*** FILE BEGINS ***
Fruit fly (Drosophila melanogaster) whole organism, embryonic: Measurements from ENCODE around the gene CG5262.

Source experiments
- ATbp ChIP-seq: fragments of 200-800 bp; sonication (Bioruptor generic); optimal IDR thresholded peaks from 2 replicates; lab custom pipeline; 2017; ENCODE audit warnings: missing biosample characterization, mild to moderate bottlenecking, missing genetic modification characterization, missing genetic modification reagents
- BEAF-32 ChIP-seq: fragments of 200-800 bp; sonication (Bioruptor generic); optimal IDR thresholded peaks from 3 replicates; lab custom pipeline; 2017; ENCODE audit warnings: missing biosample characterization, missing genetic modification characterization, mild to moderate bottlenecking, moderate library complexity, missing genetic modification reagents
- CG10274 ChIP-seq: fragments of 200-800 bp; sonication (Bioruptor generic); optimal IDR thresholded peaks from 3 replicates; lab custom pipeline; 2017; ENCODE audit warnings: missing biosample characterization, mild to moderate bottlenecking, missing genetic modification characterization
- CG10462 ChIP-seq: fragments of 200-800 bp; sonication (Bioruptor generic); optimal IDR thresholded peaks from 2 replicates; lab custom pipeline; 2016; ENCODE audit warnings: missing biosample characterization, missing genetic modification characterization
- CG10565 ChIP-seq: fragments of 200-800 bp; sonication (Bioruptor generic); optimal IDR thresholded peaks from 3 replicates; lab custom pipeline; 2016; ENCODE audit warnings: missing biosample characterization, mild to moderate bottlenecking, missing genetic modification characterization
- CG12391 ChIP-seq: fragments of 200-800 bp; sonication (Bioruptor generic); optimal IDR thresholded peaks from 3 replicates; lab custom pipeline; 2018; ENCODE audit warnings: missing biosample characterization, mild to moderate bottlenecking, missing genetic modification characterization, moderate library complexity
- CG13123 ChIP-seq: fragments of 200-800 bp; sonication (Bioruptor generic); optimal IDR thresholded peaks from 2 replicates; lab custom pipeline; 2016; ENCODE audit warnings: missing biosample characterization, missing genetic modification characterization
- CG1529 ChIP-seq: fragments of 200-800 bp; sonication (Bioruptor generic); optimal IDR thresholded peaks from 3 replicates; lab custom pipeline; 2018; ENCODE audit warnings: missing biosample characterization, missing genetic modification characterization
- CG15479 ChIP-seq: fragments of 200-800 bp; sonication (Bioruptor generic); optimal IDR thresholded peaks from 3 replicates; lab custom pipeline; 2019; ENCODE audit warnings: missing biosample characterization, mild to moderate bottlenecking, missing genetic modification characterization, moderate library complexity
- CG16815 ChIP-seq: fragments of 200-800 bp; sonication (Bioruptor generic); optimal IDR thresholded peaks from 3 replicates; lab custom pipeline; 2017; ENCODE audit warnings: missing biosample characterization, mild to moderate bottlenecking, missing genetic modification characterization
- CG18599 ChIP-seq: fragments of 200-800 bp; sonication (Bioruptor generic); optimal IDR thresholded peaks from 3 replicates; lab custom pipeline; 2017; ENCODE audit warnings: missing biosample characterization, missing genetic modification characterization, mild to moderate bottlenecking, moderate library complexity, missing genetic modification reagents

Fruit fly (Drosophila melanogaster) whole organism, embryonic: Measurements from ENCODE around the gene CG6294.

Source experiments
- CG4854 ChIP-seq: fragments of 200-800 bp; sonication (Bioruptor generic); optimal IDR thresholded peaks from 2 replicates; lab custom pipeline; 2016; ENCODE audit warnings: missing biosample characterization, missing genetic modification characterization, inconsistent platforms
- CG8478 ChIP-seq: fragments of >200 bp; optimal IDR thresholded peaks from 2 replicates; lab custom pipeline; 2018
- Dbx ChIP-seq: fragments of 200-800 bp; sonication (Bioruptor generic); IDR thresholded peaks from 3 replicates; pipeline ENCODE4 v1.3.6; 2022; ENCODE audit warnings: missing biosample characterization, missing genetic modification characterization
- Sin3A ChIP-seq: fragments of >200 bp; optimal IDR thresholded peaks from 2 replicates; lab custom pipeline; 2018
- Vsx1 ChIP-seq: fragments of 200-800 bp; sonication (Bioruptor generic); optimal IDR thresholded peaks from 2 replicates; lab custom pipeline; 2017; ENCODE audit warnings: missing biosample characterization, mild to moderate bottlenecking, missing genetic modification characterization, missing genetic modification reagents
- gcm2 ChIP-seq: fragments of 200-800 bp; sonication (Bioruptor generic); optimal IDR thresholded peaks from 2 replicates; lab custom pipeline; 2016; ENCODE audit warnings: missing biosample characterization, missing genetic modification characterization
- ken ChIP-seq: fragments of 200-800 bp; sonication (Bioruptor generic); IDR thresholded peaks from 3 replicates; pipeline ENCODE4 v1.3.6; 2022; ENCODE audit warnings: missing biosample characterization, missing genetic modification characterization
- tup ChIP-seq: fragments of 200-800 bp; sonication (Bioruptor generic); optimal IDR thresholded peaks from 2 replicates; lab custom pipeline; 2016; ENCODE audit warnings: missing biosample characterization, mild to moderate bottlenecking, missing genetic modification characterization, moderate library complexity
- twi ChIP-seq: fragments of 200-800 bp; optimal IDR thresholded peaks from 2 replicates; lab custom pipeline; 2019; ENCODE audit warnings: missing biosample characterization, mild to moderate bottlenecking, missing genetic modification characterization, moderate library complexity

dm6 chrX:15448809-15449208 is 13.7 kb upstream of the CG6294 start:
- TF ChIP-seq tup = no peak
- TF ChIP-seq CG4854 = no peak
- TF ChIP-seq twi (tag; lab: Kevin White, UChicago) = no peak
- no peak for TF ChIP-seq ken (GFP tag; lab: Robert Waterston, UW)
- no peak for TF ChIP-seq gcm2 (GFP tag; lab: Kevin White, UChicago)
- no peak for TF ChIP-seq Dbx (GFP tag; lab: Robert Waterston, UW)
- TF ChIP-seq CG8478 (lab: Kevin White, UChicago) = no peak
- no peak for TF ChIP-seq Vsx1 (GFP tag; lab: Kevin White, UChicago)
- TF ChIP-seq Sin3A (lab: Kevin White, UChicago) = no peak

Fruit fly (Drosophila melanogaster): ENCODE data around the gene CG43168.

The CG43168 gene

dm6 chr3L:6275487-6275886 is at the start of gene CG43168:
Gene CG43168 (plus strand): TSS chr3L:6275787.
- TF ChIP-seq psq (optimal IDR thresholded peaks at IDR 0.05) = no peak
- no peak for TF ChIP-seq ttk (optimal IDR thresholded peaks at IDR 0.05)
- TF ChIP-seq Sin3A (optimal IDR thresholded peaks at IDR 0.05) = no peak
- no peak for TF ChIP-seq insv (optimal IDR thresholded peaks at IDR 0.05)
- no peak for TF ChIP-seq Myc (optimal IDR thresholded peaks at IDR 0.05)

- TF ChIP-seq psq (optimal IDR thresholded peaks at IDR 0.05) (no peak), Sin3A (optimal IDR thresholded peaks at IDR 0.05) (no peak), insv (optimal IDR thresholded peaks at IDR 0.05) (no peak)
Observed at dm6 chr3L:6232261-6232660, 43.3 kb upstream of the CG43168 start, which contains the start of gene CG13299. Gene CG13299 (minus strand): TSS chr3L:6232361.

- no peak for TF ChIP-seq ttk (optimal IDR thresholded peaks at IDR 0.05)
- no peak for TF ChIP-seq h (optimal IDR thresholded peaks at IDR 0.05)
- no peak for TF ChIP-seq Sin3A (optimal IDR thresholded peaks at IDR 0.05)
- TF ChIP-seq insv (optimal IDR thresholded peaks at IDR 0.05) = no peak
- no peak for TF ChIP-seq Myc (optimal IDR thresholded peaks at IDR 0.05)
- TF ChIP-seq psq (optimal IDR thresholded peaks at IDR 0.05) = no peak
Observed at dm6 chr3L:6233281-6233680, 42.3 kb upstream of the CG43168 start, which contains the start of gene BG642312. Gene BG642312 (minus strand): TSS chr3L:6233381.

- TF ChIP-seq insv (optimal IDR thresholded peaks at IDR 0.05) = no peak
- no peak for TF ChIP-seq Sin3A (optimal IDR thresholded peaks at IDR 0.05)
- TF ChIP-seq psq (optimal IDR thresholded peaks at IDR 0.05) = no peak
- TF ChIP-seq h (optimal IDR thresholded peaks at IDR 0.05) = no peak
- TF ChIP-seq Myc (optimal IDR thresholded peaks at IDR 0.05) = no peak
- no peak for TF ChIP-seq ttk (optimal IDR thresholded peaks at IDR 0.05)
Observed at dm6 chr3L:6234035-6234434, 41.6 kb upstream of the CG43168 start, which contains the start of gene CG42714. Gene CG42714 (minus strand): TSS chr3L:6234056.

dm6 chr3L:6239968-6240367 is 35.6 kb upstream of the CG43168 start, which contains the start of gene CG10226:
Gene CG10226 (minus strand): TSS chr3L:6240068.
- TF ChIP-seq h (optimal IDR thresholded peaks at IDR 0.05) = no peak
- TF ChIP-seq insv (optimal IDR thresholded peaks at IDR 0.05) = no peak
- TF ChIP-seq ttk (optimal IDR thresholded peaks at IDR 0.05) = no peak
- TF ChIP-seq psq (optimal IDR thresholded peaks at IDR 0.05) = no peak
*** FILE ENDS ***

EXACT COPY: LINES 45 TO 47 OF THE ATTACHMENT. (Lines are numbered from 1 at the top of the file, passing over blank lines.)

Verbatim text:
Observed at dm6 chr3L:6232261-6232660, 43.3 kb upstream of the CG43168 start, which contains the start of gene CG13299. Gene CG13299 (minus strand): TSS chr3L:6232361.

- no peak for TF ChIP-seq ttk (optimal IDR thresholded peaks at IDR 0.05)
- no peak for TF ChIP-seq h (optimal IDR thresholded peaks at IDR 0.05)